Mr. Fish: Well, I think what differentiates me from other cartoonists that I’ve spoken to, and just looking at their work, is that I go after … I address political problems that are in the culture, but not from a political point of view; I like to respond to tragedy emotionally, and I don’t feel like I want to fight a particular political party by standing in line with another political party. You know what I mean? I mean, for me, it’s a humanitarian stance. I don’t consider myself left, I don’t consider myself right; I get hate mail equally from both sides. And I think that a lot of political cartooning is really just arguing an existing, establishment point of view. It’s basically getting your side of the aisle to, you know, you’re cajoling them to gently agree with themselves. And that doesn’t change anything.
Robert Scheer: You’re being a little unfair, Mr. Fish … and please, don’t do a cartoon where you show my head up my behind, or something … [Laughter]
Kasia Anderson: It’s imminent! You’re asking for it. [Laughter]
Robert Scheer: … I know I’m asking for it, but you can hardly say that Ed Sorel, or Jules Feiffer, or certainly Paul Conrad were party-line guys. But there is, I will say, to your work, an element that you haven’t addressed: There’s a wildness to it. You’re kind of like Allen Ginsberg and the beats. There’s an extreme perception here, and again … that’s why I brought up your gentle demeanor, and so forth, your bookish style. [Laughter] But where does this wild, crazy, raging passion come from?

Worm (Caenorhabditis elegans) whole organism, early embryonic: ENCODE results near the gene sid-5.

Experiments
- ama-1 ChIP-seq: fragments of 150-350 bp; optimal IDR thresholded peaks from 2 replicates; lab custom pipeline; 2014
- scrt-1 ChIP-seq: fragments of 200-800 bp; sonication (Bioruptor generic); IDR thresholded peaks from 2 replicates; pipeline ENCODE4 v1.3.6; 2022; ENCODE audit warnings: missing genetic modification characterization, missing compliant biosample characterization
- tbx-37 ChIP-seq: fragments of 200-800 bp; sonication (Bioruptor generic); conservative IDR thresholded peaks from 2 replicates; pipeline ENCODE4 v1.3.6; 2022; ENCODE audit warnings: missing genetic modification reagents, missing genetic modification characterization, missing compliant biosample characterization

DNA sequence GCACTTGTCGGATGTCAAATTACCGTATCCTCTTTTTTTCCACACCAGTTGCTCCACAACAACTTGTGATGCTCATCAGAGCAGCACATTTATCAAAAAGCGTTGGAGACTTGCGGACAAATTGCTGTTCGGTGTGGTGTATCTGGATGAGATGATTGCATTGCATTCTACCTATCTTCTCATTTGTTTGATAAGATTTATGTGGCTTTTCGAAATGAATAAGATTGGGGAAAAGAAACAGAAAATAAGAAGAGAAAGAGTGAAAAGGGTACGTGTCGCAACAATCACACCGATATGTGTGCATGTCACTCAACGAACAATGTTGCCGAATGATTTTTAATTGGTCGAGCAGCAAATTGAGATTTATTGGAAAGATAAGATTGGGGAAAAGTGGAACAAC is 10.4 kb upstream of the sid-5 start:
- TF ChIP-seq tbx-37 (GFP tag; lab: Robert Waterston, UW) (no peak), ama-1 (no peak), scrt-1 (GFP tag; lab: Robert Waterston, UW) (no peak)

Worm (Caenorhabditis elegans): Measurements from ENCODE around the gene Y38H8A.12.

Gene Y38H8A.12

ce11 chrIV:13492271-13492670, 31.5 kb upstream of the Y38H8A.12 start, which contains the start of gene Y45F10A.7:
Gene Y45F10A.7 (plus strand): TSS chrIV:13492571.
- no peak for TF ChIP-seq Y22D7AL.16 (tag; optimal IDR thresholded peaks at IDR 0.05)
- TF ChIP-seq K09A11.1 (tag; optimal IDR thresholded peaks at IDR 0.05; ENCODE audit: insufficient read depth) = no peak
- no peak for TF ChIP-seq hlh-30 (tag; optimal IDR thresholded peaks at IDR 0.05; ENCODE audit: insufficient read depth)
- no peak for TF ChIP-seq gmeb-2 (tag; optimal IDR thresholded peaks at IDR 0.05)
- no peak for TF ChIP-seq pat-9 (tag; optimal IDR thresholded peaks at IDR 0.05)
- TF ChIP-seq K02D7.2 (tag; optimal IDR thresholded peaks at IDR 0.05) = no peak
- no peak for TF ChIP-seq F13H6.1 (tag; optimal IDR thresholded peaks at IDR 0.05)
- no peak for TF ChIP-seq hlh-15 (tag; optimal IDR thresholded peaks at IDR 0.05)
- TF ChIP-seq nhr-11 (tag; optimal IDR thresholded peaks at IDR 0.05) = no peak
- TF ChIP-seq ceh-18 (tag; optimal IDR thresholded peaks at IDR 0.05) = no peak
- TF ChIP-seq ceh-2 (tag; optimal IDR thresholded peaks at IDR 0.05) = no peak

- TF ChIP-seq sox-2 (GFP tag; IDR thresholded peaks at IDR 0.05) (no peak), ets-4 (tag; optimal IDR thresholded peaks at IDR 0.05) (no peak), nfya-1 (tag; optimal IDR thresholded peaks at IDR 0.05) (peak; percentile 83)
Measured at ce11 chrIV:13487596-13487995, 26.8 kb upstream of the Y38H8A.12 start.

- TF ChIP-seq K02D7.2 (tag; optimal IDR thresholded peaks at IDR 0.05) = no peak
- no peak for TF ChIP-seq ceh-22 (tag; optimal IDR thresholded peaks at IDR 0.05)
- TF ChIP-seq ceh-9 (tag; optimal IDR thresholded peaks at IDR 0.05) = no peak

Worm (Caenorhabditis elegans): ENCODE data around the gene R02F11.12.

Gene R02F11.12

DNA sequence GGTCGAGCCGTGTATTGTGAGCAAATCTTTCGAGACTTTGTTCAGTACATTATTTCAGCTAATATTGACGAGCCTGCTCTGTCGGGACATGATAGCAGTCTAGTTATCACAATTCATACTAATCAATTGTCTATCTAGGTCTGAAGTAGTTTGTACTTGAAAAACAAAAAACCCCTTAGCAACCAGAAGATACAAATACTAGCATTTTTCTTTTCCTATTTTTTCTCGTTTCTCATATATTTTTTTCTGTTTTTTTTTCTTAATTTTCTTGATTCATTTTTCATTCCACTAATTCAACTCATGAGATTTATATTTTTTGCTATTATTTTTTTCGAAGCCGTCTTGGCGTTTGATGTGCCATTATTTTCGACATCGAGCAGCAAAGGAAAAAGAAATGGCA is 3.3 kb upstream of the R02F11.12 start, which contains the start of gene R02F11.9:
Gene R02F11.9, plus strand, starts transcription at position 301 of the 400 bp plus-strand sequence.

Mr. Fish: It probably comes from just the tradition in fine art to serve the art when you’re creating something. So if you want to do something that you think should be excessively beautiful, then you just pull out all the stops. And it’s the same thing with political conversation, and stuff; I don’t have any … I’m not going to self-censor … how can I say this? ...